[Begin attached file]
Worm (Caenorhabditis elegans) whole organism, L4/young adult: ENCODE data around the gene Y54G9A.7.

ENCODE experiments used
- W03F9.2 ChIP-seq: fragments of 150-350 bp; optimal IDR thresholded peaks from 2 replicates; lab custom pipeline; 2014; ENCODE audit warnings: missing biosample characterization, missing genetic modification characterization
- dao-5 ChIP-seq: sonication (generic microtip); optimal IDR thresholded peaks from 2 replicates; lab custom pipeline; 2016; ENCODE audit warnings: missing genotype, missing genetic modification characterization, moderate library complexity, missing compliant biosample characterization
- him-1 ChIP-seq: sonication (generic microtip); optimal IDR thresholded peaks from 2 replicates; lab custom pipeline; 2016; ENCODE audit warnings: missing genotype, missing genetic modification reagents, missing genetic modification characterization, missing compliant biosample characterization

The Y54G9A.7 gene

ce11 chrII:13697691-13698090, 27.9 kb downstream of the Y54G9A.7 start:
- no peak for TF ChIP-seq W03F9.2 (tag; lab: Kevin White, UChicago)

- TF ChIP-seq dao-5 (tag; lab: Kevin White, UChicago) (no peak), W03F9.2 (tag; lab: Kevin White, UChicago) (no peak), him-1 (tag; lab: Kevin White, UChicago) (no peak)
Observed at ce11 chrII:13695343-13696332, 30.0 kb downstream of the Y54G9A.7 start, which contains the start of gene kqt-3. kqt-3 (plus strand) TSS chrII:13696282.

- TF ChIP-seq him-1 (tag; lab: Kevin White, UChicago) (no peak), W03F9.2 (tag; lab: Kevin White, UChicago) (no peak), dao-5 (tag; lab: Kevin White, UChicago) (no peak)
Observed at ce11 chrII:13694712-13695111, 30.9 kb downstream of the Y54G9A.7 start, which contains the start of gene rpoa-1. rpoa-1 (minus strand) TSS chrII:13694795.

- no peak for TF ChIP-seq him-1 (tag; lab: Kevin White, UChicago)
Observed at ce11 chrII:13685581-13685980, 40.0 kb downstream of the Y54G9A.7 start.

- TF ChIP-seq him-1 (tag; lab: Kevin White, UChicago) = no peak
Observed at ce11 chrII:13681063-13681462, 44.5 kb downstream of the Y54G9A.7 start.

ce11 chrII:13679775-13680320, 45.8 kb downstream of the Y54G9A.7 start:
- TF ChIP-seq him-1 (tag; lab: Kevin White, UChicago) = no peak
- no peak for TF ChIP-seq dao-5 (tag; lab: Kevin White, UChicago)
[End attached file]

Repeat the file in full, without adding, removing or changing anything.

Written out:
Worm (Caenorhabditis elegans) whole organism, L4/young adult: ENCODE data around the gene Y54G9A.7.

ENCODE experiments used
- W03F9.2 ChIP-seq: fragments of 150-350 bp; optimal IDR thresholded peaks from 2 replicates; lab custom pipeline; 2014; ENCODE audit warnings: missing biosample characterization, missing genetic modification characterization
- dao-5 ChIP-seq: sonication (generic microtip); optimal IDR thresholded peaks from 2 replicates; lab custom pipeline; 2016; ENCODE audit warnings: missing genotype, missing genetic modification characterization, moderate library complexity, missing compliant biosample characterization
- him-1 ChIP-seq: sonication (generic microtip); optimal IDR thresholded peaks from 2 replicates; lab custom pipeline; 2016; ENCODE audit warnings: missing genotype, missing genetic modification reagents, missing genetic modification characterization, missing compliant biosample characterization

The Y54G9A.7 gene

ce11 chrII:13697691-13698090, 27.9 kb downstream of the Y54G9A.7 start:
- no peak for TF ChIP-seq W03F9.2 (tag; lab: Kevin White, UChicago)

- TF ChIP-seq dao-5 (tag; lab: Kevin White, UChicago) (no peak), W03F9.2 (tag; lab: Kevin White, UChicago) (no peak), him-1 (tag; lab: Kevin White, UChicago) (no peak)
Observed at ce11 chrII:13695343-13696332, 30.0 kb downstream of the Y54G9A.7 start, which contains the start of gene kqt-3. kqt-3 (plus strand) TSS chrII:13696282.

- TF ChIP-seq him-1 (tag; lab: Kevin White, UChicago) (no peak), W03F9.2 (tag; lab: Kevin White, UChicago) (no peak), dao-5 (tag; lab: Kevin White, UChicago) (no peak)
Observed at ce11 chrII:13694712-13695111, 30.9 kb downstream of the Y54G9A.7 start, which contains the start of gene rpoa-1. rpoa-1 (minus strand) TSS chrII:13694795.

- no peak for TF ChIP-seq him-1 (tag; lab: Kevin White, UChicago)
Observed at ce11 chrII:13685581-13685980, 40.0 kb downstream of the Y54G9A.7 start.

- TF ChIP-seq him-1 (tag; lab: Kevin White, UChicago) = no peak
Observed at ce11 chrII:13681063-13681462, 44.5 kb downstream of the Y54G9A.7 start.

ce11 chrII:13679775-13680320, 45.8 kb downstream of the Y54G9A.7 start:
- TF ChIP-seq him-1 (tag; lab: Kevin White, UChicago) = no peak
- no peak for TF ChIP-seq dao-5 (tag; lab: Kevin White, UChicago)